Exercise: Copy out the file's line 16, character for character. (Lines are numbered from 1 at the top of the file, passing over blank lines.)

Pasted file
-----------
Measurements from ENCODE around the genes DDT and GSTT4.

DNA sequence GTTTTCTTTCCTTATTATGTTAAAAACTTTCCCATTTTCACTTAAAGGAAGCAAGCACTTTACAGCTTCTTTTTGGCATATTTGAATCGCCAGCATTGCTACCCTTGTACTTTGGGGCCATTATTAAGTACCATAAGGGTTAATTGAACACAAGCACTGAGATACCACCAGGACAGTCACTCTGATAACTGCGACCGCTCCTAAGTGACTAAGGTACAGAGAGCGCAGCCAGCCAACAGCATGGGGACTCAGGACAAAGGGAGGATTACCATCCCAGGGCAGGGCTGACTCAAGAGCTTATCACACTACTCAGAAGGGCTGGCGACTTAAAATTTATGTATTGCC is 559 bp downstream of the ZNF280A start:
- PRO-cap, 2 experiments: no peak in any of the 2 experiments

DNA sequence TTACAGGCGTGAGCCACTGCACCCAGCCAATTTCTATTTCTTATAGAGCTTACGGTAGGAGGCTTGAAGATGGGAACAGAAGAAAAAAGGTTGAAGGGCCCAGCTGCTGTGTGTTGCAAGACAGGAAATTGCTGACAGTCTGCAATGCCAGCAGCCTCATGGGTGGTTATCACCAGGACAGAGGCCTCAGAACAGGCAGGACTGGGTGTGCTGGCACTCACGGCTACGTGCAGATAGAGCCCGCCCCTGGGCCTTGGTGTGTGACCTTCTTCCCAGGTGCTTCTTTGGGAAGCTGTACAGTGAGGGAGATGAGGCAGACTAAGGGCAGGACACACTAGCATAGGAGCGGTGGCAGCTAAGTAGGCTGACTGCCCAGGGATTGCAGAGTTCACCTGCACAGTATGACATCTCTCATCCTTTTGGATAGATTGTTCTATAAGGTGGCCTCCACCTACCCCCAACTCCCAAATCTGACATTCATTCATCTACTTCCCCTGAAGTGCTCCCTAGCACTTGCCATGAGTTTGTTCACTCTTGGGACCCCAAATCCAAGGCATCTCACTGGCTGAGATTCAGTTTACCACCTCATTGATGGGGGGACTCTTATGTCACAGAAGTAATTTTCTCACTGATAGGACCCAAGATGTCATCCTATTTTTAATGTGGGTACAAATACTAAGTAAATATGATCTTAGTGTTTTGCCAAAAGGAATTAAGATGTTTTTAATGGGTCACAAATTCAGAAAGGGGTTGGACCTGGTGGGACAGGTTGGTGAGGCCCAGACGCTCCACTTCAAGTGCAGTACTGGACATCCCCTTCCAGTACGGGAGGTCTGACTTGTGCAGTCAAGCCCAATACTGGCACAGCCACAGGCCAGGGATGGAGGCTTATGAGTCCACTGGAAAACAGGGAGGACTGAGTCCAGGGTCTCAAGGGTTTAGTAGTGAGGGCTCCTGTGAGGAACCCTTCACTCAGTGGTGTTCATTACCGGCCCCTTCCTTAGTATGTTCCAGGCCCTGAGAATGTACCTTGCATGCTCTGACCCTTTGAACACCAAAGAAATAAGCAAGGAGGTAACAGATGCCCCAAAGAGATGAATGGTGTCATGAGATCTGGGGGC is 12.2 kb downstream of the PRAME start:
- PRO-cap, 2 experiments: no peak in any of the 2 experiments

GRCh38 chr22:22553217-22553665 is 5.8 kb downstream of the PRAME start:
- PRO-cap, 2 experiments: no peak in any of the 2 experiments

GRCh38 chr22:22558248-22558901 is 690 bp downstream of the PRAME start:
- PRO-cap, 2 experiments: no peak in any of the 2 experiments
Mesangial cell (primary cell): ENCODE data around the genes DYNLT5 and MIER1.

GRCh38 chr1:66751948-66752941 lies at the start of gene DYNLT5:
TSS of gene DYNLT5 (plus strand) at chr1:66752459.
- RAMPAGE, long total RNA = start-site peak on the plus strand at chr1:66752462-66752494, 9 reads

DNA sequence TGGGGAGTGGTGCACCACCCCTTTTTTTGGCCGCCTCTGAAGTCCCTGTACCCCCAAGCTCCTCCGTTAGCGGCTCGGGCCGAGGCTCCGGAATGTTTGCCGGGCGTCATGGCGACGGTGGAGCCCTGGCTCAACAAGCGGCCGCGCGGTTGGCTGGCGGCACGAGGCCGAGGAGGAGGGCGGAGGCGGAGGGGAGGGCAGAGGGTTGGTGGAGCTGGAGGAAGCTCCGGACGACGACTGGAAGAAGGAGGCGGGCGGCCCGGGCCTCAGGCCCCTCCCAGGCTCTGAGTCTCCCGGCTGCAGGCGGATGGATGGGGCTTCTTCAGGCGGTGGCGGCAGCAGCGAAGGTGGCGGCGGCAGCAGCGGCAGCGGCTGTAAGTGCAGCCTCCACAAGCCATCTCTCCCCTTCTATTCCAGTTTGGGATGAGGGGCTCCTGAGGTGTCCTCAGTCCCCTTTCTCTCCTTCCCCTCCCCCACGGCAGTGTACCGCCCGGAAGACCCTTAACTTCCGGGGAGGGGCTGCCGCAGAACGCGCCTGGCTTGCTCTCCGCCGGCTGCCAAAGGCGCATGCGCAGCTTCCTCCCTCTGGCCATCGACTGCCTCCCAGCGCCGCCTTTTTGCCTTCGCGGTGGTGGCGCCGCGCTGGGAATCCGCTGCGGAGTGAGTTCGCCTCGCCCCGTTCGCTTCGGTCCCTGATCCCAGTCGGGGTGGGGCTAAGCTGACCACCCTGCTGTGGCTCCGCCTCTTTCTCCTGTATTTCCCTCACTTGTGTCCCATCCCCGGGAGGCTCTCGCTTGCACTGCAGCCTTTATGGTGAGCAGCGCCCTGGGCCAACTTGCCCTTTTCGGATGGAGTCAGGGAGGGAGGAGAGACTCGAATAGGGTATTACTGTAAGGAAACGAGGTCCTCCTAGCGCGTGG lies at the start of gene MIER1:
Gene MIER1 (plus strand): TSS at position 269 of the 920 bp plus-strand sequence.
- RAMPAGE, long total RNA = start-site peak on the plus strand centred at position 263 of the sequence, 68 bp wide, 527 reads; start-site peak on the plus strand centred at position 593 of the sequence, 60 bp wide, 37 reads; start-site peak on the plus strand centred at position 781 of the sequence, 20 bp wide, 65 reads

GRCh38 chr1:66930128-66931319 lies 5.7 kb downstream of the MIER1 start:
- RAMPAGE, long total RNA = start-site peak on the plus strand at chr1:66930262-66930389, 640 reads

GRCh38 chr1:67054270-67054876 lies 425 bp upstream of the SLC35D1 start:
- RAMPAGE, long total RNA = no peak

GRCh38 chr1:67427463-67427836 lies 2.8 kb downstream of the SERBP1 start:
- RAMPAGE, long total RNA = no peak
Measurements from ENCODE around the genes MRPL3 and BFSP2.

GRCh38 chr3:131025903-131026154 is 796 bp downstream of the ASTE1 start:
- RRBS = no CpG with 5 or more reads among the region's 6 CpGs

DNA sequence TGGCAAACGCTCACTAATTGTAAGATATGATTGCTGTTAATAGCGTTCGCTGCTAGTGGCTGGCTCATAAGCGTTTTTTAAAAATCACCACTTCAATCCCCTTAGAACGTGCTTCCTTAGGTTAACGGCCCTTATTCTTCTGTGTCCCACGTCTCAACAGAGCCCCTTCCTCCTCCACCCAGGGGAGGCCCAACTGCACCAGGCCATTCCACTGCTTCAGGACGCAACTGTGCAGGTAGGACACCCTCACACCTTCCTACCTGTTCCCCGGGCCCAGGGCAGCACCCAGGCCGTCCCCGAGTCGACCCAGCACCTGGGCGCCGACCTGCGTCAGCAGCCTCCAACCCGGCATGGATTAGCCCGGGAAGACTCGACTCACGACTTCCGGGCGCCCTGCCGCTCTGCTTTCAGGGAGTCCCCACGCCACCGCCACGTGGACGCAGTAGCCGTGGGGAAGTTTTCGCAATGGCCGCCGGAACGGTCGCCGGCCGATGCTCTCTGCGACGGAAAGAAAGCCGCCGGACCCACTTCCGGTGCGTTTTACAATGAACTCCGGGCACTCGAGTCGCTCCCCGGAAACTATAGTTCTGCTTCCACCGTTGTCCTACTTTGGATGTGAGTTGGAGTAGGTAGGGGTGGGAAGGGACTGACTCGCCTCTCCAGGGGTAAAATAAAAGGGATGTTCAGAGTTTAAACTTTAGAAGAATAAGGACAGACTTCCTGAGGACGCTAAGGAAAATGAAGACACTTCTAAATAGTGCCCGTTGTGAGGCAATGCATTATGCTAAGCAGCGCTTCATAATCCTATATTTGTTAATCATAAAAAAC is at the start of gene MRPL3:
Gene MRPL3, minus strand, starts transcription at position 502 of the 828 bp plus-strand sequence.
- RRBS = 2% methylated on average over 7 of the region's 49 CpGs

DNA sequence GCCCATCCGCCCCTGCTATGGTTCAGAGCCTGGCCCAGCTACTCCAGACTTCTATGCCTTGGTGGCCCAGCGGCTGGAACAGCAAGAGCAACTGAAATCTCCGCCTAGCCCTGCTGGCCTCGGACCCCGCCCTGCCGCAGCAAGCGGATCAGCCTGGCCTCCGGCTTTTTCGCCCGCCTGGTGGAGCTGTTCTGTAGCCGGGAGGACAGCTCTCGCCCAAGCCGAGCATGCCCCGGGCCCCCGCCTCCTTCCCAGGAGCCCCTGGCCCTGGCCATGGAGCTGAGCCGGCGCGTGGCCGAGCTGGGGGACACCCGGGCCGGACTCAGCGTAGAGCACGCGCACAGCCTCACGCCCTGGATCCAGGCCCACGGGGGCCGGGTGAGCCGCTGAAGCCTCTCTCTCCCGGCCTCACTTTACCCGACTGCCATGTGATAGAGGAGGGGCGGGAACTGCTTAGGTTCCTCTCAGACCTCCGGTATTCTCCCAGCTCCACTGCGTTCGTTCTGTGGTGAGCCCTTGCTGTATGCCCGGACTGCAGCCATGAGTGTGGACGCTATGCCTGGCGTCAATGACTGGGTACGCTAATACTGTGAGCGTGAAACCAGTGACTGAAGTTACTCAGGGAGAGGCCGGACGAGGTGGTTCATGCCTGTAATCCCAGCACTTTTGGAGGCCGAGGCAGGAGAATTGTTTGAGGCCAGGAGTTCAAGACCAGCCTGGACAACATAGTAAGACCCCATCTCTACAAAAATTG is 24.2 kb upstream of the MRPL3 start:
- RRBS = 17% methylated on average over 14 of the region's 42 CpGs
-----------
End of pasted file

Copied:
- RAMPAGE, long total RNA = start-site peak on the plus strand centred at position 263 of the sequence, 68 bp wide, 527 reads; start-site peak on the plus strand centred at position 593 of the sequence, 60 bp wide, 37 reads; start-site peak on the plus strand centred at position 781 of the sequence, 20 bp wide, 65 reads